Today I’ve been pondering this thought: “This instant is the only time there is.”

Have you ever tried to find an instant? Have you ever dropped into the space between the past and the future? Have you ever known the only time there is?

For me, it’s hard to pinpoint. I keep finding myself preparing for it with thoughts of what should come next, and as those thoughts arise, I miss it. I experience an approximation of it; I experience what my mind tells me it thinks it is.

But when I get very still, interesting things begin to happen. Things become less solid. The body I inhabit begins to evaporate. My schedule disappears. It doesn’t last long, though. A thought comes, I attach to it, and I’m back here in memory-land.

The instant is the holy grail of mindfulness. Living only in the moment—the space between the present and the past—is the only way to experience reality as it truly is.

Most of us think we know what reality is, but what we call reality is actually our perception of reality. That’s why my ‘reality’ is different from your ‘reality’. Think about it: how could one person’s reality actually be different from someone else’s? Reality is reality. There is nothing else.

So when our experience of ‘reality’ is variable—which is most of the time for most of us—what we are actually experiencing is our perception of reality, guided entirely by our experience of the past, which dictates what we think reality should look like. When we get upset by things in our lives, it is because we think things should be different than they are. Here’s a newsflash: they aren’t.

When we are truly mindful, we do not dictate to reality how things should be. When we are truly mindful, we experience reality as it is. When we are truly mindful, we find ourselves existing solely in this moment. And when we are existing solely in this moment, everything is experienced as being perfect. Our judgments—our perceptions—are the only thing that could tell us otherwise.

So I invite you to join me in trying to drop into the instant. It’s been said that the instant is the closest approximation to eternity we can hope to experience in the physical form. So let’s find out what forever feels like!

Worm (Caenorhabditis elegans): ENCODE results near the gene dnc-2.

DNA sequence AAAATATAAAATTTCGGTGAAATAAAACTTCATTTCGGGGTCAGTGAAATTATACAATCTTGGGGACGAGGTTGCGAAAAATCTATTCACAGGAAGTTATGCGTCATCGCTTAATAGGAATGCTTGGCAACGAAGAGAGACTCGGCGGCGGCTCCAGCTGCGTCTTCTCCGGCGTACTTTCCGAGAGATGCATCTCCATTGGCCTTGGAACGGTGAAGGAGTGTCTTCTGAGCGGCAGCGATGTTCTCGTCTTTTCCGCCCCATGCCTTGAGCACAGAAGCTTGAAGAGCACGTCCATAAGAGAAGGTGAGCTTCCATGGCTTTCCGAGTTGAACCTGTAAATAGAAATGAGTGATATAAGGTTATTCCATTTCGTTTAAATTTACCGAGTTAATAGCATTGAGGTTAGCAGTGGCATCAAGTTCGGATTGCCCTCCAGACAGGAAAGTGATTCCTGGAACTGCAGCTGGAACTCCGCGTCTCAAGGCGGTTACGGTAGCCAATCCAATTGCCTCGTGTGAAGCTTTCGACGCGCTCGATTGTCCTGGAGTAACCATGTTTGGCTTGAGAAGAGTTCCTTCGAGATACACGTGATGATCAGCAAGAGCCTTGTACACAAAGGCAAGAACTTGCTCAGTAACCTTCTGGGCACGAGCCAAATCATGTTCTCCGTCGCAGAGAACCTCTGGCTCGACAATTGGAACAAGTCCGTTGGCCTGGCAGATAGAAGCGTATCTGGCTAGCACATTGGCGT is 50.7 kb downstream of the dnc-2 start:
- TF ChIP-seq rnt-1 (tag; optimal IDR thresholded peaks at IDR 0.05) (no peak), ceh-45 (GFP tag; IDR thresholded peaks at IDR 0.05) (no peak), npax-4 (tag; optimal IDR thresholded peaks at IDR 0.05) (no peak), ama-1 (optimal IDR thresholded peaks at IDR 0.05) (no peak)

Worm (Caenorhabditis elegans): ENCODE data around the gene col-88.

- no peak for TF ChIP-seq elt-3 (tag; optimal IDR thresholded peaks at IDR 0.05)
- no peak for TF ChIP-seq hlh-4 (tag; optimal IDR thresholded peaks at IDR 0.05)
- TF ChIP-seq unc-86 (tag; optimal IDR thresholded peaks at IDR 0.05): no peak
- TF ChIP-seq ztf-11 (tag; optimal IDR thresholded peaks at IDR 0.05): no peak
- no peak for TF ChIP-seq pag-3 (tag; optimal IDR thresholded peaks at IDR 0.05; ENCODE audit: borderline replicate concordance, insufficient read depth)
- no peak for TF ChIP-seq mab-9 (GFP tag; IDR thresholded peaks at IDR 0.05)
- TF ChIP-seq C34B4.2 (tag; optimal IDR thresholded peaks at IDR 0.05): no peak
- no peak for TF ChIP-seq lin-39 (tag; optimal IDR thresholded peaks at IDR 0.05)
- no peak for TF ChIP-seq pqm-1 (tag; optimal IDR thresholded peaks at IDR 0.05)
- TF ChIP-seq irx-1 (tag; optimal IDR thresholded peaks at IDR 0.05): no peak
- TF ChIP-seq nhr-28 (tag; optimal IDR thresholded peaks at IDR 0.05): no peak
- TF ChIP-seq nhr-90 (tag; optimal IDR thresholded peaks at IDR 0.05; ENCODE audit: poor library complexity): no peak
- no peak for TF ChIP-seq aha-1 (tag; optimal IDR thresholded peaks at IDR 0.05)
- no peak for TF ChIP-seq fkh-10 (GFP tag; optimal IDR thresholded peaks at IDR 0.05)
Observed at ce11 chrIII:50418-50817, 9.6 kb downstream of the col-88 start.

The Squirrels and the Tree

In the mornings I go out to a little cabin in the woods to contemplate and experience a little mindfulness the easy way: by sitting, noticing my breathing, and trying to find a little stillness.

And when I say ‘the easy way’, it’s really not always that easy. Some mornings my mind is like an amusement park; I sit there for 20 or 30 or 40 minutes without a single space between my thoughts. They just roll on, a nonsensically random action-thriller-romance-comedy movie without a pause button. In fact, it’s a rare event that my thoughts leave me for long enough for me to claim I spent more time in stillness than in mental acrobatics.

That’s why they call it a practice, I suppose. We have to keep practicing, because stillness—that serene space between thoughts—is often hard to come by. We have to keep practicing, because we were born with brains that like to keep busy, and minds that love being still.

After a particularly long sit this morning, I opened my eyes to find a meditative face in a tree looking back at me. I sit in this same spot almost every morning, and this morning was the first time I noticed this face, this reflection of the sitter in the cabin, grounded, still, silent. Solid.

See the face?
I stared back at my new friend, thinking of the symbolism it represented, and noticed a flicker just above it. A squirrel was darting about, jumping from branch to branch in its frantic preparation for winter. And then I saw another! Two jumpy squirrels, another perfect reflection of my mind.

I am that face in the tree. I am those squirrels. And the scene outside my window is incomplete without them both.

Why Me?

It is said that you teach what you most need to learn. When I was a kid my stepfather refused to buy me a Walkman because he thought I was already off with the fairies all the time and didn’t need anything to further immerse me in my own world.

I know what unmindfulness looks like.

A few years later I was explaining to a podiatrist that I had weak ankles, which is why I kept spraining them.

“No,” he said. “Your head doesn’t know where your feet are.”

“No,” I replied. “I’ve got weak ankles.”

“Your head doesn’t know where your feet are.”

I haven’t sprained an ankle since.

So, I’m very capable of being unmindful, and I’ve also been able to learn at least enough mindfulness to avoid a little unnecessary pain.

Here’s the thing: a master of mindfulness is really only in a position to share their experience of being a master with you. I am no master. I can share the experience of attempting to master mindfulness with you.

And I’ve had plenty of that experience. I’ve been practicing mindfulness in earnest for most of the past 12 years, and I’m as passionate about it now as I’ve ever been. I love experiencing those glimpses of insight that come with constant practice; I love developing my awareness to a point where I now experience the world quite differently than I used to; I love catching myself time and again slipping back into unmindfulness, and finding newfound clarity through doing that.